Date: Mon, 13 Sep 1999
Subject: Glens Falls Poststar Article On E. Coli
Timothy Jensen of Wel-Dun Inc. water systems of Cambridge checks the well at Bordens Apple Orchard in Easton. Jensen has received many calls about wells since an E. Coli breakout occured at the Washington County Fair.
E. coli infection rate slows
Child downgraded to critical
By Judy Bernstein
The number of new cases of suspected E. coli infection appeared to slow Sunday for the first time since people who attended the Washington County Fair began showing up at area hospitals.
The number of suspected or confirmed cases by Sunday afternoon stood at 751, up 19 from Saturday. There was one more confirmed case, bringing the number to 93, and one more hospitalization, bringing that number to 61.
There was both good and bad news Sunday for 10 children being treated at Albany Medical Center for hemolytic uremic syndrome, a complication of E. coli infections that causes kidneys to fail.
One child who had been listed in serious condition was downgraded to critical, while three others who had been serious were upgraded to fair. Five other children remained in serious condition and another remained in fair condition, hospital officials said.
The epidemic, first reported by the state Health Department 10 days ago, already ranks among the most widespread and deadly nationally. Two people, a 3-year-old Clifton Park girl and a 79-year-old Gansevoort man, have died from the infection.
All of those who've fallen ill attended the Washington County Fair on either Aug. 28 or 29, and health officials believe a believe a rainstorm on Aug. 26 may have washed infected cow manure into a well that supplied water to a portion of the fairgrounds. The contaminated water was used to make beverages and to prepare food sold to fairgoers.
Children and the elderly face the greatest risk from E. coli, which causes diarrhea and abdominal pain.
One of the children in fair condition Sunday at Albany Medical Center was 2-year-old Kaylea Aldrich, whose 3-year-old sister, Rachel, died Sept. 4 from the infection.
The state Health Department said that the number of secondary infections -- cases in which someone exposed to E. coli at the fair spread the illness to someone else -- continued to remain at " about 10," largely unchanged from Thursday.
That news in particular cheered health officials, who had appealed to the public all week, and particularly to schools and day care centers, to instruct children on hand washing and other sanitary practices to prevent the spread of infection.
" I think that's indicative to us that we got the message out to people ... That's really what we were worried about," state Health Department spokesman John F. Signor said.
Most people who attended the fair, which ended Aug. 29, would have developed primary infections by early last week, because the infection incubation period usually lasts up to nine days after exposure, health officials have said.
The number of suspected cases had been rising by the hundreds every day for much of last week, although Health Department officials had said they believed the increases were due to a lag time in reporting cases.
" The numbers do appeared to be leveling off, but it's a fluid number and it could change at any time," Signor said. " We're hoping that it's leveling off."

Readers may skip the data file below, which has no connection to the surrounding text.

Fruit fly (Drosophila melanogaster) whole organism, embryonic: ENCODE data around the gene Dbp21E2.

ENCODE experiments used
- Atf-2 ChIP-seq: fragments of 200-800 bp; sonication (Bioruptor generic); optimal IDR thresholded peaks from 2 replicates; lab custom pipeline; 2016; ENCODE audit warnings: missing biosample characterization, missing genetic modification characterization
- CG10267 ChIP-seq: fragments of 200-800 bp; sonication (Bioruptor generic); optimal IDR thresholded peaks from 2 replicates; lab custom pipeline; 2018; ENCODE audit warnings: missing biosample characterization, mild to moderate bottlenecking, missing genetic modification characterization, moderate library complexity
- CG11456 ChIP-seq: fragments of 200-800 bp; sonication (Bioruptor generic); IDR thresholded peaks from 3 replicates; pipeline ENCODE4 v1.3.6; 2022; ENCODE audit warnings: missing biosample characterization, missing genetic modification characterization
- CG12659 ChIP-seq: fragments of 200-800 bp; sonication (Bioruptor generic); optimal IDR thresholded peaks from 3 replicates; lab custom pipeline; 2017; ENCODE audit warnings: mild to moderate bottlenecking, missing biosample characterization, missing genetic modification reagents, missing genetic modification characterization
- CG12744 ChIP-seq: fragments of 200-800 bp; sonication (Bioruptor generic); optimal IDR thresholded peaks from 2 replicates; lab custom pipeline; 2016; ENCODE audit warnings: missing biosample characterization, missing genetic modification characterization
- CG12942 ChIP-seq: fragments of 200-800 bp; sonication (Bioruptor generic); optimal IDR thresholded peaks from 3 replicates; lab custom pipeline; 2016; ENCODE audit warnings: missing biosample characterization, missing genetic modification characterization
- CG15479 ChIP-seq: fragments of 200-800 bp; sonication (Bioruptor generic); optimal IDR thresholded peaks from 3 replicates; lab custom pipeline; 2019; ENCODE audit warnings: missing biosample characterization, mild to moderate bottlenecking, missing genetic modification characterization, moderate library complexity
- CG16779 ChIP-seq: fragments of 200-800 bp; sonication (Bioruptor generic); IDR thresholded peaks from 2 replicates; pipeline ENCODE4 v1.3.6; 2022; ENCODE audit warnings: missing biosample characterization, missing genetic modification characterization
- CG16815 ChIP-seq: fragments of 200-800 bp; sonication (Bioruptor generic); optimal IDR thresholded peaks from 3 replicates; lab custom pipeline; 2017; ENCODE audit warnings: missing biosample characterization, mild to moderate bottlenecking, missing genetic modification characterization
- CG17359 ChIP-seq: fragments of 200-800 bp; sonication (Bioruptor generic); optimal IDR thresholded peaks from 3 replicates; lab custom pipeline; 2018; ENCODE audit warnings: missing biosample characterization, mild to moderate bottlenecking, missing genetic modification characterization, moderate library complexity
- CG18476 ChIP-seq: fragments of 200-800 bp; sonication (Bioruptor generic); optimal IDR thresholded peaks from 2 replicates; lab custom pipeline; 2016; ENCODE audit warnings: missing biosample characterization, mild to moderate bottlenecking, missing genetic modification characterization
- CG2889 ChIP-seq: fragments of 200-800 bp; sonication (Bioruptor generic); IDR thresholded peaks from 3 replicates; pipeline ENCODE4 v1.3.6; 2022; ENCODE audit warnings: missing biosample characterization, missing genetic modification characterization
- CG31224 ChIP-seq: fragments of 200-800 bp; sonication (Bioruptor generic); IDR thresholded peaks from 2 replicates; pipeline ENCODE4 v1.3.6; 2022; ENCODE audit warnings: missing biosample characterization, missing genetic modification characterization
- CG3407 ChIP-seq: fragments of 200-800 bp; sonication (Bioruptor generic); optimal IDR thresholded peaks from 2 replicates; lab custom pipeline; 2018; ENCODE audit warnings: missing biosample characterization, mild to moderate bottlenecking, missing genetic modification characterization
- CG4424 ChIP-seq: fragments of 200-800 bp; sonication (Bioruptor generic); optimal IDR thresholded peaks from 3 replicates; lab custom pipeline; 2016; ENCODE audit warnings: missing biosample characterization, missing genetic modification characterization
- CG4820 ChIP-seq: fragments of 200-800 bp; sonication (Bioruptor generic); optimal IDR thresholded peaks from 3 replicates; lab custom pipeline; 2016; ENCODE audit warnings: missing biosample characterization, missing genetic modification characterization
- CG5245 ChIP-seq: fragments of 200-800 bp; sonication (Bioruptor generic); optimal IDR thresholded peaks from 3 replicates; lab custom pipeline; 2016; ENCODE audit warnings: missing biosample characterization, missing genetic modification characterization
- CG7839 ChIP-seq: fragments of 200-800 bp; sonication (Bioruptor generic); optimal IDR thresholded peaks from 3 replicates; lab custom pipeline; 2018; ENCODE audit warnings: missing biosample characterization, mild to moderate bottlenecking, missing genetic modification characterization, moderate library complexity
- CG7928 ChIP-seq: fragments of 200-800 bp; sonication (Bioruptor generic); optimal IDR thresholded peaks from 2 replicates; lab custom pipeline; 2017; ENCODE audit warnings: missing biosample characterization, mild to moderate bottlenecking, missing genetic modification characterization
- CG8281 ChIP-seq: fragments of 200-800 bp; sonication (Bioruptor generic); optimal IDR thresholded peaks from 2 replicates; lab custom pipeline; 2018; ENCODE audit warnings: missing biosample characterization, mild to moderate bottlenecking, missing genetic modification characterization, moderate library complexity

Homeowners testing well water
By Suzanne Seay
The phone at Wel-Dun Inc. began ringing off the hook the day the news broke about possible E. coli poisoning from well water at the Washington County Fair.
The Cambridge company installs water treatment systems at homes and businesses, and area residents, spurred by the outbreak of illness from the fair, started worrying about their own drinking water.
" People who didn't want to do anything (about their water) for years called back and said they were ready to do something," said Timothy Jansen, the owner of Wel-Dun.
However, E. coli contamination is uncommon in wells, Jansen said, particularly deep drilled wells that tend not to be influenced by surface water.
Today, more than half of the wells in Washington County likely are the deep type, drilled through clay or rock barriers to reach underground water supplies. But many older farmhouses still have shallower dug wells, which are more prone to contamination, Jansen said.
Jansen said he's been busy for the past week giving estimates on installing water treatment systems. He also has picked up extra business testing water samples.
Jansen said he hates the idea of profiting from a public tragedy that already has taken the life of a 3-year-old girl and an elderly man who were infected with a particularly deadly strain of E. coli. The two who died, and more than 700 people who have developed symptoms of E. coli poisoning, attended the Washington County Fair on Aug. 28 or 29.
Jansen said he believes people should be concerned about making sure their drinking water is safe, however.
All of the recent water tests he had performed came back negative for E. coli, as is typical, Jansen said.
What You Can't See
In normal times, when there's no water-related catastrophe in the headlines, people mostly ask for solutions to annoying water problems, such as the smell of sulphur, or the presence of iron that stains clothes in the washing machine.
" If people can see it, smell it or taste it, they're concerned with it," Jansen said. " But it's usually the things you can't see or taste or smell that can hurt you."
E. coli bacteria cannot be detected by the senses, and microscopic quantities of the bacteria can sicken people, according to the state Health Department.